I procrastinate, because I know it will take me fifteen minutes or so of concentrating on writing for things to start flowing each day, and fifteen minutes seems like a Really Long Time.
But here’s the thing: Creativity takes time.
It takes time for ideas to filter through our mind, for connections to be made, ideas to be formed. It takes time for these things to consolidate, to shape themselves into more than ephemerality, to live.
It takes time.
So I need to remember to give it time. I need to slow down. In the scheme of things, fifteen minutes isn’t that long; and it’s certainly less time than the hours I can fritter away through procrastination otherwise.
Turning off the distractions doesn’t help; if I’m not committed to sitting down and pushing through those fifteen minutes, I’ll find other things to keep me occupied – dishes, dinner, tidying, puppies…
As writers, it’s so tempting to look around and see how much progress other writers are making, and to let that get us down. I need to work faster, I need to work harder……
Well, maybe. But that’s only going to happen if first, I slow down.
New post up on the Darkness and Good blog. This one… eh. This one is.
First of all, go and watch Maggie’s characteristically awesome list of the top ten things that inspire her.
I want to talk about number 5: lying on the floor. Because, you see, last night I had a perfect moment. No, better make that a Perfect Moment, because it was. It was late at night. SmallBoy was asleep in his cot in his room. Husband was watching TV. Most of the lights in the house were off. I’d just had a shower – blastingly hot, because my shoulder had been hurting me off and on all afternoon – and emerged pink-steamed and damp to discover – alack – yes, in fact, a lack – an entire lack of clean clothes awaiting me.
My own fault, of course; I’m not the kind of person who has a maid to lay out clothes for me when I shower 😛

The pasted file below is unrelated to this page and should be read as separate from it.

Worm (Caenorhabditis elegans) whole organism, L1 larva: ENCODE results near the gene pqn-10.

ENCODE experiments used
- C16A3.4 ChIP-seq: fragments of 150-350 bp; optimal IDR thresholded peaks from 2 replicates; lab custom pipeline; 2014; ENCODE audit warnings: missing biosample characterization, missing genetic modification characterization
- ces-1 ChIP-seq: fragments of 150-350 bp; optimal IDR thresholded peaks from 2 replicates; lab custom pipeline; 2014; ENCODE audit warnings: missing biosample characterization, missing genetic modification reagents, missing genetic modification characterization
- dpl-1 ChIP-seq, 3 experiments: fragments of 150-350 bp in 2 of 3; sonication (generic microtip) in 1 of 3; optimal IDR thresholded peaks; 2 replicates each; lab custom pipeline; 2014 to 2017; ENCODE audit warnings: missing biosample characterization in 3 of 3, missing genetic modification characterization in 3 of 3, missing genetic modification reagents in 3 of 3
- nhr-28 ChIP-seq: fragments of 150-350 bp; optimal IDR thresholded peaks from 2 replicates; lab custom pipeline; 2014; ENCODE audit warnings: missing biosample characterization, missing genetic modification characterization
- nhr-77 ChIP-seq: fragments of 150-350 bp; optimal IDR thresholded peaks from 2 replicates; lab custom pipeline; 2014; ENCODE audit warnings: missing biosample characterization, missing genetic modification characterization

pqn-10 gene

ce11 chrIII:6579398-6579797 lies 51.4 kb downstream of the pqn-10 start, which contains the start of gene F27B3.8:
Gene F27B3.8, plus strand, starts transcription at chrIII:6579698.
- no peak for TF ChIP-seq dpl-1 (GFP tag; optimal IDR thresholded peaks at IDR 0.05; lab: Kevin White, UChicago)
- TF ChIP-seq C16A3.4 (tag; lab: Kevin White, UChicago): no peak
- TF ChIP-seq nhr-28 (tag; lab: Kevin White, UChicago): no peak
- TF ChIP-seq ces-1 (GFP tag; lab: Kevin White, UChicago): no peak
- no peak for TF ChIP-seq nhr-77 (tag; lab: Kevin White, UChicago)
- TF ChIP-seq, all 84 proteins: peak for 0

But. I toddled down to the spare room (aka Place Where Laundry Goes to Languish) half-dressed to retrieve the other half of my dressings – down the warm, dim hall, soft carpet squishing under my feet, the murmur of the TV a faint, comforting soundtrack to the adventure. I switched on the light, rummaged for pajamas, and caught a glimpse of my bookshelves. (Because the Room of Laundry Languishment is also the Room of All Books, though not a library, because that is too grand and single-purposed.)
So I stopped. I lay down on the floor, mostly, yes, on the clean piles of washing. I snagged a stuffed polar bear for my pillow, and dragged a handy SmallBoy-blanket from the clean washing to cover me.
And #5: I lay on the floor. And it was brilliant.
And then it was Perfect: Husbical switched off the TV. Scouted for me in the bedroom. Realising my absence, followed the trail of light to the spare room. Stared in bemusement at me sprawled carefree in the clean washing, staring at nothing but shelves full of books.
“Come join me,” I asked him.
He declined, but I insisted, and he – because he is wonderful – relented.
And so I told him. I told him what I was doing there, and why I love my physical books so much.
“I’m looking at photo albums,” I told him. “Only it’s better, because instead of just a photo, you get a whole story.”
He seemed confused.
“I can tell you where I was when I bought nearly every single book on my shelves. I can tell you where I was when I was reading them, and I have whole swags of memories attached to each because of when I read it, where I read it, who I shared it with. It’s just like looking at a photo album, only it’s even better, because instead of a photo that you can really only look at for a minute, you get an entire story that you can read for hours.”
And I wrapped my arm around him, and I showed him. These are the books Mum and Dad bought when I was seven. They wrapped each one individually and it felt like magic. Those ones are high school with my best friend. That series is my middle sister, those books my baby sister. That’s my trip to America to visit the Twinny One. These ones are countless hours of lining up in bookstores, waiting for them to be released. That one’s getting to meet and interview the author at a signing. Those are the first time a friend gifted me a book for helping her with her website; these here the first books my parents bought me as an adult. That one I got as a thank you at school.
So this is me, telling you why I love my books, and why lying on the floor is totally inspiring: my bookshelf is my photo album. And last night, I had a Perfect Moment.
Often, being still with someone you love is all you need to create one.